Reading Scripture with John Calvin: Malachi 4.3–6

Malachi 4.3–6 [3] And you shall tread down the wicked, for they will be ashes under the soles of your feet, on the day when I act, says the LORD of hosts. [4] Remember the teaching of my servant Moses, the statutes and ordinances that I commanded him at Horeb for all Israel. [5] Lo, I will send you the prophet Elijah before the great and horrible day of the LORD comes. [6] He will turn the hearts of parents to their children and the hearts of children to their parents, so that I will not come and strike the land with a curse. ========================== COMMENTARY: As Calvin finishes up the last few verse of Malachi, and I in turn finish up the last few pages of Calvin’s commentary, there are three things that I would call your attention to, gentle readers. First, Calvin gets quite a bit of mileage out of verse 4. One of the points he makes pertains to the importance of the Torah / law, delivered by Moses, and of the relation of the prophetic tradition to the law. His presupposi

Two Caveats: Diller's Concluding Unphilosophical Postscript on Barth & Plantinga

Kevin Diller's constructive and dialogical study of theological epistemology in the work of Karl Barth and Alvin Plantinga has received some rave reviews (for example, see Darren Kennedy's  piece for the Center for Karl Barth Studies). DET's Travis McMaken has expressed appreciation, yet with some ambivalence about Diller's project (see  here  and  here  . The second of these posts -- on "Barth, Pannenberg, and Fideism" -- generated one of our longest comment threads in recent memory). I also received a review copy of Diller's book and am submitting a review of it to an academic journal, so I won't analyze it at length here. I found this book very informative, especially on Plantinga, and overall stimulating. Today, though, I want to muse on two important caveats about the limits of his project that Diller raises in the postcript to his tome (pp. 295-300). "Caveat" is my own language; he labels these issues "concerns." Kevin Dill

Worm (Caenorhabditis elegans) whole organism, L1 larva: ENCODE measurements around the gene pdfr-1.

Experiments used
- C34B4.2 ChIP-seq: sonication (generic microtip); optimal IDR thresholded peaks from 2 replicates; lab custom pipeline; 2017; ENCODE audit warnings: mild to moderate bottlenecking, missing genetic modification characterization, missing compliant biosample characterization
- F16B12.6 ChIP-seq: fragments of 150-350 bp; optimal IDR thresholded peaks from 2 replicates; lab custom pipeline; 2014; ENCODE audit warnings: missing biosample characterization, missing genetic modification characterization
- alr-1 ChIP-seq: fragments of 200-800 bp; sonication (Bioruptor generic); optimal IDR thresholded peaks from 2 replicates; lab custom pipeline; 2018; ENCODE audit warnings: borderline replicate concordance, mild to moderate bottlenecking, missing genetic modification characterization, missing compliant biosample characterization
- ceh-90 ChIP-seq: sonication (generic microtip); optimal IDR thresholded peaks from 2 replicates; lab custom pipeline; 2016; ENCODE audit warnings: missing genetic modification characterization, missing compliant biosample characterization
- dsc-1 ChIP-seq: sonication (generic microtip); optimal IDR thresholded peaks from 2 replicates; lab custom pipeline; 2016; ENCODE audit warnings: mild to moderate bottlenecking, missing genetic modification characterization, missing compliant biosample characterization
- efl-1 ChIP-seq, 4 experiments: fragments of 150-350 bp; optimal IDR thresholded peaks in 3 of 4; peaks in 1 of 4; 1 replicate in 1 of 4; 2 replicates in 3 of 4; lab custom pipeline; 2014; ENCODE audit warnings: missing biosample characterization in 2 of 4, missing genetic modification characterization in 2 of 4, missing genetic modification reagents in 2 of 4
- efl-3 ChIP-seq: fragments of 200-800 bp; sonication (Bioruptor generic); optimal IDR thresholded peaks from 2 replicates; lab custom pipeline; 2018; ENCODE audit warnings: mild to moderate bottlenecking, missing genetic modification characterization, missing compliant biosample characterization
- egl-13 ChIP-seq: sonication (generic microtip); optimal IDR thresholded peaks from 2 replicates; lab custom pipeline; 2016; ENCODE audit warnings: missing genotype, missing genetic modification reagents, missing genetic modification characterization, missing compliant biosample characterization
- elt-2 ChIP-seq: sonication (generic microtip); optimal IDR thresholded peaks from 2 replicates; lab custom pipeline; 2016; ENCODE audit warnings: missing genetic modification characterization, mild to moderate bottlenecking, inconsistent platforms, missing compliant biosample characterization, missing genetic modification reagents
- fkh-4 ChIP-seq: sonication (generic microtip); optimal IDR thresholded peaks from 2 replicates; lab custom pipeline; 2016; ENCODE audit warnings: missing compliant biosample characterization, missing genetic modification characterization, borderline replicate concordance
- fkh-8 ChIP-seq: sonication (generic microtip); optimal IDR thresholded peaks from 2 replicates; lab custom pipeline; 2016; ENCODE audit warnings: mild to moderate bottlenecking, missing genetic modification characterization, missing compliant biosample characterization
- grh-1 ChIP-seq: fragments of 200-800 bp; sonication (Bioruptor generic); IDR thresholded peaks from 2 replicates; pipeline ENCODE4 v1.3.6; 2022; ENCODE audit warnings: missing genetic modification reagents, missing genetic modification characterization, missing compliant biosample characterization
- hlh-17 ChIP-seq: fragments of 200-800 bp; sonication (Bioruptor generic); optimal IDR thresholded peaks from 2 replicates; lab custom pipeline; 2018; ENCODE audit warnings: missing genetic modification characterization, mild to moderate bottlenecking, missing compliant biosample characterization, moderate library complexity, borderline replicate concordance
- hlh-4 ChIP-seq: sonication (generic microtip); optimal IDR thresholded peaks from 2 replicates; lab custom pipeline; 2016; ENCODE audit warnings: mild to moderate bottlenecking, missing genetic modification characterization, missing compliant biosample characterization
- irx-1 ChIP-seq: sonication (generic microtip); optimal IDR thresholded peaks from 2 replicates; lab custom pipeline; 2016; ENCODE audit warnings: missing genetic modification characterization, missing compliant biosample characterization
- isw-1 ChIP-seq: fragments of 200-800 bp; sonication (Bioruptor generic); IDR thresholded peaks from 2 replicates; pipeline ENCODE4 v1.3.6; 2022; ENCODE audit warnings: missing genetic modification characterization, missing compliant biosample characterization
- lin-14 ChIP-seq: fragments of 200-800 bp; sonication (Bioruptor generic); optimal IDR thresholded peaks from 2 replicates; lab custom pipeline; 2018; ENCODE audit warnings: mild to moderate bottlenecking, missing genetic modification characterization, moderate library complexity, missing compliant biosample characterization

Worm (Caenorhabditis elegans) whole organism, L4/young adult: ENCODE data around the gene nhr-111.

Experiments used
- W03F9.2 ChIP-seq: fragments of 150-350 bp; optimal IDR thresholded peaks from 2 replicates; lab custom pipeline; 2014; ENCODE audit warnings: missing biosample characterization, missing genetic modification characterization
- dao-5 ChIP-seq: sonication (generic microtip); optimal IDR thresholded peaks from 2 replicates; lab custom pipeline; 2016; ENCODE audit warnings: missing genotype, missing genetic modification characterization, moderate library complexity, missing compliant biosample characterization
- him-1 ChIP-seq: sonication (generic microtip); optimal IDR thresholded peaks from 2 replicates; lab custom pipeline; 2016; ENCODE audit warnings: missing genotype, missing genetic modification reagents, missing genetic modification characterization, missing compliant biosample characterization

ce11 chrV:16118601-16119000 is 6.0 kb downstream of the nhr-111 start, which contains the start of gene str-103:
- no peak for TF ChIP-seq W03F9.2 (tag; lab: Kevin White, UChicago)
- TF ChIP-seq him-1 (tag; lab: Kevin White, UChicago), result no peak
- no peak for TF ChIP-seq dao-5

Karl Barth and Rudolf Bultmann on "Sachkritik": Once More with David Congdon

Congdon’s work is full of insightful historical tidbits and encapsulations of the relationship between Bultmann and Barth. It would have to be, given the book’s subtitle! David W. Congdon, The Mission of Demythologizing: Rudolf Bultmann’s Dialectical Theology (Fortress, 2015). I’ve posted on Congdon’s book already, but I have not yet posted in any detail on how he handles this relationship between Barth and Bultmann. This post will plug that gap, and it is an important gap to plug. I will do so by highlighting Congdon’s discussion of the debate that the two Bs had over the question of Sachkritik in 1922. Barth’s preface to the first edition of his Romans commentary provided the origin for this debate. Barth distinguishes in that preface between the “subject matter” [ Sache ] of the biblical text and the “document” that communicates this message (e.g., Paul’s epistle to the Romans). As Congdon explains, Bultmann was teaching a class on Romans when the second edition of Barth’s book